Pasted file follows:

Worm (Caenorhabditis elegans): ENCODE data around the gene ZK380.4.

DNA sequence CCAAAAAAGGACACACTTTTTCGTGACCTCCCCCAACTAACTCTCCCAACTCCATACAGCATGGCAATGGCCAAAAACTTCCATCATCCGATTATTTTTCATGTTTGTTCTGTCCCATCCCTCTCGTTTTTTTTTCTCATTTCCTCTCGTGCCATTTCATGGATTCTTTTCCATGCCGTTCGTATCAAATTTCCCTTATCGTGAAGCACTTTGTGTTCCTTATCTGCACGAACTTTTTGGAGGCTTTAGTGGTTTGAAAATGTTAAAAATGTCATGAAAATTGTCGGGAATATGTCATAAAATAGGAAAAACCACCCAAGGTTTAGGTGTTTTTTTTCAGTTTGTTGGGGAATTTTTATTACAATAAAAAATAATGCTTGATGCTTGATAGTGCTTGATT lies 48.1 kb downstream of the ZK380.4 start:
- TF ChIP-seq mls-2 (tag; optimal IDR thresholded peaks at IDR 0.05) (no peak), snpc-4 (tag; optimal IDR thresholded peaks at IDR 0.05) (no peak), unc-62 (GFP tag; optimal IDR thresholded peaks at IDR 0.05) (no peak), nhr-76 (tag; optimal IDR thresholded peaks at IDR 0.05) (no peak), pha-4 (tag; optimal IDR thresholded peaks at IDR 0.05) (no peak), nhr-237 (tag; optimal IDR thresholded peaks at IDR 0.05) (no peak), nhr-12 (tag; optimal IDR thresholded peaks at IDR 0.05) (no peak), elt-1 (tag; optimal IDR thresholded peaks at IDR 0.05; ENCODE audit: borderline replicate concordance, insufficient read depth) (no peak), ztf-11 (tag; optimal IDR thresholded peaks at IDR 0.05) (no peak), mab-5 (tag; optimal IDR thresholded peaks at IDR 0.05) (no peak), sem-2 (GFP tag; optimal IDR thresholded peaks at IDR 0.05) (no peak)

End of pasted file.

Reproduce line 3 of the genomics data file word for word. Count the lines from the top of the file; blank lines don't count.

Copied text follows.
- TF ChIP-seq mls-2 (tag; optimal IDR thresholded peaks at IDR 0.05) (no peak), snpc-4 (tag; optimal IDR thresholded peaks at IDR 0.05) (no peak), unc-62 (GFP tag; optimal IDR thresholded peaks at IDR 0.05) (no peak), nhr-76 (tag; optimal IDR thresholded peaks at IDR 0.05) (no peak), pha-4 (tag; optimal IDR thresholded peaks at IDR 0.05) (no peak), nhr-237 (tag; optimal IDR thresholded peaks at IDR 0.05) (no peak), nhr-12 (tag; optimal IDR thresholded peaks at IDR 0.05) (no peak), elt-1 (tag; optimal IDR thresholded peaks at IDR 0.05; ENCODE audit: borderline replicate concordance, insufficient read depth) (no peak), ztf-11 (tag; optimal IDR thresholded peaks at IDR 0.05) (no peak), mab-5 (tag; optimal IDR thresholded peaks at IDR 0.05) (no peak), sem-2 (GFP tag; optimal IDR thresholded peaks at IDR 0.05) (no peak)